Shoob Scholarship — a legacy to do the right thing

April 3, 2020

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To honor his legacy, the Judge Marvin H. Shoob Scholarship was created for Emory College students with demonstrated financial need and an interest in practicing law.

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On a dark evening in 1944, twenty-year-old Private Marvin Shoob stood alone in a snowy shell crater at an outpost fifty yards from enemy lines when five German soldiers, all teenagers, approached him through the fog, their hands lifted in surrender. Shoob trained his rifle on the prisoners as he ordered them into the crater. Several hours later, a lieutenant approached and asked him what he was going to do with the young men.

“I said, ‘Lieutenant, I don’t know. I don’t have anywhere to take them,’” Shoob later recalled. “He had an automatic rifle. He made them lie face down. They started crying. He just sprayed them with bullets, killing them all. Then he said, ‘that takes care of your problem,’ and he walked away.“ 

Alone in the crater with the bodies, Shoob decided that he would never again hesitate to do what he thought was right. Born in South Carolina, but raised in Savannah, Shoob returned to Georgia after the war where he studied law at the University of Georgia. He later became a federal judge known for his rulings against institutional injustices before his death at the age of 94. 

To honor his legacy, his daughter, Senior Fulton County Superior Court Judge Wendy Shoob,  his son-in-law Walter Jospin 79L, and their family created the Judge Marvin H. Shoob Scholarship for Emory College students with demonstrated financial need and an interest in practicing law. This scholarship embodies the qualities that Judge Shoob brought to the bench and to his life—an enduring sense of fairness, an uncompromising commitment to the law, and deep care for people. Through this scholarship, the Shoob Jospin family hopes to convey to each student who receives it the potential that they have to build a life and career of meaning and consequence, just as Judge Shoob did and taught so many to do.

“[Marvin] had been admitted to Harvard Law School, but he couldn’t afford to go,” Wendy Shoob said. “He could have done anything, but he didn’t have any money. There was nothing more important to him than education, and I think he would have loved to be able to help students who could not otherwise afford college.”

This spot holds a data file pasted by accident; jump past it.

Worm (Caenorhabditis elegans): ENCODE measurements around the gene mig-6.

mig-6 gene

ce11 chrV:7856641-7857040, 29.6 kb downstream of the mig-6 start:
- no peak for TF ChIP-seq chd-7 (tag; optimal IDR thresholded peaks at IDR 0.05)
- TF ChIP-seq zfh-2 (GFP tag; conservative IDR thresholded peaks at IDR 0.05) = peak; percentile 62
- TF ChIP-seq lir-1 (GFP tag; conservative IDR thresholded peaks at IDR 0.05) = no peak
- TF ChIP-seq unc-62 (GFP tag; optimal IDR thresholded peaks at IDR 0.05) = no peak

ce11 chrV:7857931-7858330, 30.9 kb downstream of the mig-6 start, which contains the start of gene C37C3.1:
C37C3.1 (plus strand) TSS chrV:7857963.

After graduating from law school, Shoob practiced law in Atlanta until he was nominated by President Carter to serve as a federal judge in the Northern District of Georgia in 1979. He held that position until retirement at the age of 93. Throughout his career, when faced with difficult decisions, he often thought of the events of that night in the shell crater.

“He was a big believer in the Golden Rule,” Wendy Shoob said. “He understood that it didn’t cost anything to be kind and helpful to people and that it was important to do that. He was known as a judge that everyone wanted to appear in front of because he was so gracious.”

Shortly after his appointment to the federal bench, Shoob ordered the release of thousands of Cuban refugees who were being detained indefinitely in a maximum security prison in Atlanta. He took a stand against the Justice Department’s position that U.S. laws did not apply to the refugees because they were not citizens, and was described by the New York Times as a “thorn in the side of U.S. prosecutors.” Shoob believed that the refugees were being denied due process and initiated a pro bono program through the Atlanta Bar Association on their behalf.

“Even though his decisions in favor of the Cubans were overruled, they led to the creation of an administrative process through which almost 2,000 Cubans were given a chance to show they were not dangerous and should be released,” said Steve Gottlieb, executive director of Atlanta Legal Aid, who worked to provide the refugees with representation.

In 1997, Shoob presided over another career-defining case involving two women with disabilities who were confined to a state hospital. When Atlanta Legal Aid sued for their right to be placed in a community-based treatment program, he ruled in their favor. The case, Olmstead v. L.C., was ultimately appealed to the U.S. Supreme Court which upheld Shoob’s precedent-setting ruling asserting that their confinement amounted to the unjustified segregation of people with disabilities, a violation of the Americans with Disabilities Act.

“As a judge, you can try to do what you think is right,” Wendy Shoob said. “He really enjoyed trying to make a positive difference for people.”

Through their generous support, the Shoob Jospin family have opened the door for generations of future attorneys to pursue their profession without financial burden and who will be inspired by the legacy of Judge Marvin Shoob to never hesitate to do what they believe is right.